“My research asks, how do we reach people where they live in an urban environment?"
Supply Chain Management - Faculty
Supply Chain Management - Faculty
John Bell began his military career in 1986, when he went to the United States Air Force Academy as an undergraduate student. He spent the next twenty-four years on active duty, serving as a logistics and air-craft maintenance manager. “I was stationed at eleven different bases during my time in the Air Force,” he says, “including a few years in Europe.”
For several years before he retired as a lieutenant colonel in 2010, Bell actively pursued a second career in academics after earning a master’s in logistics management from the Air Force Institute of Technology and a doctorate in management from Auburn University. “I taught night school at Georgia College, published research, and put myself in a position to have an academic career waiting for me when I retired from the military.”
While attending conferences on supply chain research, Bell met several faculty members from the Haslam College of Business. He admired the college’s nationally ranked supply chain program and the leaders in the field who were part of it. “I was attracted to come here and work with them,” he says. “I feel fortunate that there was an open position when I was ready to begin my full-time academic career.”
Bell brings his wealth of real-world logistics experience to Haslam students. “I tell stories in class about shipping materials around the world,” he says. “It helps to have experience as a practitioner, rather than just teaching them from a book.” Currently, he teaches a survey course in supply chain management that is required for all business students. “I see almost a thousand students a year from all majors within the college,” he says, “and give them a taste of supply chain.”
As a researcher, Bell’s interests center on physical logistics networks and risk management. “I like to look at where we position warehouses around the world and how we deliver goods to customers,” he says. “I spend a lot of time studying vehicle routing and how to make that efficient when we do distribution.” Over the past few years, Bell has delved deeper to focus on how urbanization affects delivery methods.
“My research asks, how do we reach people where they live in an urban environment? For example, do we drive a forty-foot tractor-trailer into downtown Manhattan? Sometimes the solution is to use smaller vehicles or deliver on foot, and sometimes it gets more dynamic.”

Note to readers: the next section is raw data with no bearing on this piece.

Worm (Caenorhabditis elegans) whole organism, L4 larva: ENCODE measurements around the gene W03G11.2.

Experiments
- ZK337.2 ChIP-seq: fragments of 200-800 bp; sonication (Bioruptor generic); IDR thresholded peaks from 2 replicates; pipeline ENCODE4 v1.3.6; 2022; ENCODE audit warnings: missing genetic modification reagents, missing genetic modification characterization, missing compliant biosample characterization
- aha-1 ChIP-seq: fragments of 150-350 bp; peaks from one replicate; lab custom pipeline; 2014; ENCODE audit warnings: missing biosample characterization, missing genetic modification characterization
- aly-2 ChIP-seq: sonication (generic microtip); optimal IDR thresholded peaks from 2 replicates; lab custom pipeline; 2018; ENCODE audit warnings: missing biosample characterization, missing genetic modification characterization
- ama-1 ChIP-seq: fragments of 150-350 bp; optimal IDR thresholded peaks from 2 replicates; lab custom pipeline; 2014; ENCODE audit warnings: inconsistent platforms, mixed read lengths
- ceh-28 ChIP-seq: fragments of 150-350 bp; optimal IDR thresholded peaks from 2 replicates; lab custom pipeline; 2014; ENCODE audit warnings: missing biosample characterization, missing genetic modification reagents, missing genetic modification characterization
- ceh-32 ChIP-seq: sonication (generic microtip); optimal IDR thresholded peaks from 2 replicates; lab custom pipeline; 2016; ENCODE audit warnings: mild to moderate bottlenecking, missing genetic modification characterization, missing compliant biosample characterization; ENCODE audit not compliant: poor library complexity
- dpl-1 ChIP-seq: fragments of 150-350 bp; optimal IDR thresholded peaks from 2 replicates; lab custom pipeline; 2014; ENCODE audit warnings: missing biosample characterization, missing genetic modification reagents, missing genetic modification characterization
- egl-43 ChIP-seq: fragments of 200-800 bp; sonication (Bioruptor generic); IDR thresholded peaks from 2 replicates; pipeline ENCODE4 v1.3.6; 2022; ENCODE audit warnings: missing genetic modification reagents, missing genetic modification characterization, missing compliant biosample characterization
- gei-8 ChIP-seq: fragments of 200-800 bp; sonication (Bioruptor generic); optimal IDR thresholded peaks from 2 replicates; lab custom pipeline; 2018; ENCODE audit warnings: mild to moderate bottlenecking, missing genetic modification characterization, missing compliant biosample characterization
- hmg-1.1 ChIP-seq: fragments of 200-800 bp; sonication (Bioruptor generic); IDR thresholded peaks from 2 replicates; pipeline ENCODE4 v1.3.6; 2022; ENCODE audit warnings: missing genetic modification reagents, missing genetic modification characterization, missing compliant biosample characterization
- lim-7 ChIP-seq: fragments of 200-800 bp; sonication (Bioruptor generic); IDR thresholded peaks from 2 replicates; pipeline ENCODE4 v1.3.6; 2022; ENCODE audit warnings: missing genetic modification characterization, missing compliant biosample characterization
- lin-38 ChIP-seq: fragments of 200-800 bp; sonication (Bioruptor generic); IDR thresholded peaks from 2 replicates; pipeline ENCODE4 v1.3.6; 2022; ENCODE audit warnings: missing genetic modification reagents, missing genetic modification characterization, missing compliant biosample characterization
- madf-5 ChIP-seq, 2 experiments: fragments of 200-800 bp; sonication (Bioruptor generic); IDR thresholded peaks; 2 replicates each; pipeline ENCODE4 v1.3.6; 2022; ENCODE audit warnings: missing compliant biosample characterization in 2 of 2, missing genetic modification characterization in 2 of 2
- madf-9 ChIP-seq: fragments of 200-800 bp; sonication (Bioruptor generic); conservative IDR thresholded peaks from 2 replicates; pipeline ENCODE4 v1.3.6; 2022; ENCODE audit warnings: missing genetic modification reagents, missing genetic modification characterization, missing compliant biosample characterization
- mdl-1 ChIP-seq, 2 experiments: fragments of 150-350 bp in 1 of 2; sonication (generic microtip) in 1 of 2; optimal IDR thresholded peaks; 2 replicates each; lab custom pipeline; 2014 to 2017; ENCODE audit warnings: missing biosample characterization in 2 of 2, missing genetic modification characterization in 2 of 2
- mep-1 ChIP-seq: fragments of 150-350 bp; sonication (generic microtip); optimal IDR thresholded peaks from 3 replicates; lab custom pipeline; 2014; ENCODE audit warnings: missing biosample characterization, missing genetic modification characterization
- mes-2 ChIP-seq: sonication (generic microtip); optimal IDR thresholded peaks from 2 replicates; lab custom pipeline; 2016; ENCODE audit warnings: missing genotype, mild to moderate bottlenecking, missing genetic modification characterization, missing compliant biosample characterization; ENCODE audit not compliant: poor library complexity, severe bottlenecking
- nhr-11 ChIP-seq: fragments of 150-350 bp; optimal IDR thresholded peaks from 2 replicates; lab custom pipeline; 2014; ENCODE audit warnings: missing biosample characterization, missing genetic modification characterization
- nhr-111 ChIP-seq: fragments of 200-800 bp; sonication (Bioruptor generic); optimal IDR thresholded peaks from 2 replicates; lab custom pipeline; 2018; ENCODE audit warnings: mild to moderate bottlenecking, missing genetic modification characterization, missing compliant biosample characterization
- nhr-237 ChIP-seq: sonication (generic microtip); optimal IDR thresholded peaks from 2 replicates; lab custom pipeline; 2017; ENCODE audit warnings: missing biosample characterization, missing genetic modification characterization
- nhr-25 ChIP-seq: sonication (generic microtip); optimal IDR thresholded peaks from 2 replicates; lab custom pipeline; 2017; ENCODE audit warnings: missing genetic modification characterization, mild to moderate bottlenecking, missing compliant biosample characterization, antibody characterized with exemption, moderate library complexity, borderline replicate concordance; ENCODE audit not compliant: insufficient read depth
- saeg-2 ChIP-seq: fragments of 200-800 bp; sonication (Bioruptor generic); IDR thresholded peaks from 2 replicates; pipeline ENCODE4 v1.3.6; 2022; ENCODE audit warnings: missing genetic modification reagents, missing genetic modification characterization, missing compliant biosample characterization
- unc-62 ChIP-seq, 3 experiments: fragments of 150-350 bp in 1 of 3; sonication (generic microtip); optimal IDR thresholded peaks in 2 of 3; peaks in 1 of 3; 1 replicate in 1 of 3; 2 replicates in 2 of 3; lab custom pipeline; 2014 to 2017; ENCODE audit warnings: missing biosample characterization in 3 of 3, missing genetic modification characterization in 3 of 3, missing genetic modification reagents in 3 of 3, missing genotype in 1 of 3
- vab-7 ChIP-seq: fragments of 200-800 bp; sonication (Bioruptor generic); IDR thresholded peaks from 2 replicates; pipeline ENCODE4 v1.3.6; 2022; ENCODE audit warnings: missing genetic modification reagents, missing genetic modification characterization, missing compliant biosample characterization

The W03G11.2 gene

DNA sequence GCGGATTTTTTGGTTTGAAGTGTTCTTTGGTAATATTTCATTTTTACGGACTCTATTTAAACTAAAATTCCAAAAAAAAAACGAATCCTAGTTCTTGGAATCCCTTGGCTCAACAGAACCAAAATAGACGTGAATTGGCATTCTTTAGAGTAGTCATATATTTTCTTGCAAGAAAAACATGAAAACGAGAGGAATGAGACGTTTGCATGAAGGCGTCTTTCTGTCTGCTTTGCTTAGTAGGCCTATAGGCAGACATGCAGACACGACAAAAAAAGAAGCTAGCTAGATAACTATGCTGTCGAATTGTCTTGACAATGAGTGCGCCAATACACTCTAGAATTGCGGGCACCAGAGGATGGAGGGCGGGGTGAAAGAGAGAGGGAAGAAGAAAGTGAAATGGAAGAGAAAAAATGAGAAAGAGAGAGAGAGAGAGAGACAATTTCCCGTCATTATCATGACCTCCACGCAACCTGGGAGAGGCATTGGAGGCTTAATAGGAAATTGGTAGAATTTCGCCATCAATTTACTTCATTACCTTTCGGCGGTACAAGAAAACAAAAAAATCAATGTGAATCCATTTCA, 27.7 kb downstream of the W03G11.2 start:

Growing consumer concern about fair trade and sustainability is the biggest issue in supply chain and logistics management today, according to Bell. “People are concerned about where their food is coming from and whether there’s slave labor in the supply chain,” he says. “It’s going to be a great area for research. How do we build visibility for supply chains to foster trust between consumers and companies?”
When he’s not researching, consulting, or teaching, Bell enjoys spending time with his wife, Melanie, and their children. He’s also an avid fly fisherman. “I make it back to Montana each summer to visit and go fishing,” he says, “but I love fishing— and living—in Tennessee. I can’t imagine being anywhere else.”
Stank had his first experience with supply chain as a surface warfare operations officer in the Navy. There he realized the importance of getting what you need when you need it, especially in remote places.
“I am sure that with the lessons I have learned from our faculty and the confidence they have in all of us, paired with the depth of knowledge I will glean from the CFA, this will aid me in my future career and make me a better analyst,” Fowlkes says.
“Students should find mentors and groups of people that align with their personal goals and initiatives,” says Coggin. “It is important to develop a pipeline and network of people who are driven and align with what you want in life."